''the cross of the Lord was a mousetrap for the Devil''

Times Newspapers Limited, August 5, 1999

Copyright 1999 Times Newspapers Limited  
The Times (London)
August 5, 1999, Thursday

SECTION: Features

LENGTH: 925 words

HEADLINE: Sinner, saint and master of wordplay

BYLINE: Peter Ackroyd

His vivid dialogue and writings were religion expressed as genius but Saint Augustine had an exacting and tortuous life. SAINT AUGUSTINE. By Garry Wills. Weidenfeld & Nicolson, Pounds 12.99. ISBN 0 297 84281 1. Pounds 10.99 (free p&p) 0870 160 80 80

He was born in North Africa in 354, and the "High God" Jehovah haunted his imagination; more pertinently, perhaps, Augustine grew up within the Roman Empire. His parents spoke only Latin to him, and he seemed destined to a career as an imperial bureaucrat. But if his parents were determined to educate and to mould him, what model would they choose? He was African but, more importantly, he was a Roman. He was influenced by the Donatists and their inflamed fundamental Christianity, but in the forum of his town there were statues to the pagan gods.

His education was classical and literary, with rhetoric at its centre. It marked him deeply, and much of his subsequent writing was designed to integrate pagan or classical learning with Christian revelation and thus to demonstrate how the City of God might exist within the Earthly City.

Before he could become a saint, however, he must be a sinner. In this context Gary Wills's Saint Augustine makes the important point that Augustine's Confessions (which this biography significantly renames The Testimony) is irradiated with allusions to Genesis, so that in relating his autobiography Augustine is rehearsing the original sin and Fall.

That is why the famous journey to Carthage, where he burnt so intensely, revealed his dual nature - an idealist yet apparently an urbane one. He was interested in Christianity but distracted by pagan rationalism as well as being half in love with the mysteries of Manichaeism. For nine years, in fact, he remained a member of that heretical cult obsessed with the evil of the world.

He became a schoolmaster, but his genius kept on breaking through. He travelled to Rome, where he was appointed court orator, and then to Milan where he converted to Christianity. He had become a rhetorician even as he turned towards Christian grace. Formerly he possessed a concubine, but now he was drawn to celibacy. On these and other themes he wrote soliloquia, based upon the form of the Platonic dialogue but one in which he spoke only to himself.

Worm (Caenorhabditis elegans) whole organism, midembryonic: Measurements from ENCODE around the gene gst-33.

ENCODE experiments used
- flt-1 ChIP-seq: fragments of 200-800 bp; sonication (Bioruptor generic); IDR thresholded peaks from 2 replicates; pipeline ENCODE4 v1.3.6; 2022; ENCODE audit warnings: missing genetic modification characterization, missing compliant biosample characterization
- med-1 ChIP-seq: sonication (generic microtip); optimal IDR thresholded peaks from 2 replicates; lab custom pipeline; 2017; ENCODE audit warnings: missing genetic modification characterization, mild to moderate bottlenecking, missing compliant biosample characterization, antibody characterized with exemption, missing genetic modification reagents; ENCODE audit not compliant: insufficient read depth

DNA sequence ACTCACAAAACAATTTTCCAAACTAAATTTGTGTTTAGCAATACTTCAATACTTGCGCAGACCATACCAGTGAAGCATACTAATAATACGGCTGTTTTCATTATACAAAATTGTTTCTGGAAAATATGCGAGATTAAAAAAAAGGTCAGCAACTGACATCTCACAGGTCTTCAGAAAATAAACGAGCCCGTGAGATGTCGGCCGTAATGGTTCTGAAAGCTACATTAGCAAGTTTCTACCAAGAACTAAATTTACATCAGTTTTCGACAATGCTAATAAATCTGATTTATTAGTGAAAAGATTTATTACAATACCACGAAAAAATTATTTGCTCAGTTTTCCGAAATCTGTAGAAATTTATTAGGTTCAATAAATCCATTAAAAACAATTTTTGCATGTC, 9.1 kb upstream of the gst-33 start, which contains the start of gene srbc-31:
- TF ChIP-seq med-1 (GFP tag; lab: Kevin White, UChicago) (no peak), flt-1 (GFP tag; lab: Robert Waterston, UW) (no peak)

The Confessions is not some 20th-century exercise in psychological exploration, therefore, nor is it a case of Proustian recollection; it is a theological work, based upon a highly complex symbolic numerology. He does not find the inner meaning of his life in terms of such intellectual claptrap as "repression" or "sublimation", but in the context of the eternal struggle between human pride and divine grace.

Although he first wrote dialogues, in which essentially he was talking to himself, there were other interlocutors. He was always part of a community, whether of neo-Platonists or Manichaeans or Christians. This "bond of company" was always part of his character. He was no hermit but one who employed all his rhetorical and polemical skills in order to change the human world.

On his return to Africa, and during his residence in Hippo, he began his ministry. He taught by means of sermons which were, in Wills's words, "vivid and earthy", filled with "puns, wordplays, jingles". He once compared the Cross to a mousetrap, with the body of Christ as a bait to tempt the Devil. His great polemics, however, were directed against the Donatists, an African form of Christianity manifesting a twin obsession with fundamentalist piety and with martyrdom.

He berated them; he ridiculed them; he satirised them. In that sense Augustine is always an exciting writer - a living writer, whom Wills variously compares to Philip Roth, G.K. Chesterton, Jesse Jackson and Matthew Arnold.

At the age of 41 he was ordained a bishop. But after the capture of Rome by Alaric, an apprehension of disorder or disintegration entered Augustine's hitherto settled world. As a result he outlined what Wills calls a "theory of suppression" in order to deal with heretics, and has the unhappy distinction of being regarded in some quarters as the philosopher of the Inquisition.

Yet the fall of Rome brought forth less bitter fruit in The City of God, where Augustine suggested that the pagan world had in the end to be completed and transcended by Christian revelation. Rome must fall in order that Christ might live. Of course this great book cannot be interpreted in quite so simple a fashion. Indeed, the complexity of saints and sinners, living inextricably together in the world, is one of that book's central themes. The historic Church is obliged to live in time while aspiring towards eternity; everything in this life is uncertain.

And so, too, was the life of Augustine himself of which the last 15 years became "a quagmire in which he would thrash about" in an unending struggle with the British heretic Pelagius. He died in Hippo while that city was under siege, itself an apt metaphor for his own exacting and tortuous life in the world.

Saint Augustine is one of a series of short biographies designed in part to counter the tradition of the elephantine volume. It is in that sense an essay, with the added advantage in this case of simplicity and lucidity. Its brevity means that it can only be the first, not the last, word on its subject. It cannot rival Peter Brown's magnificent Augustine of Hippo, published 32 years ago, but as an introduction to a complicated and inspiring subject it is a thorough success.

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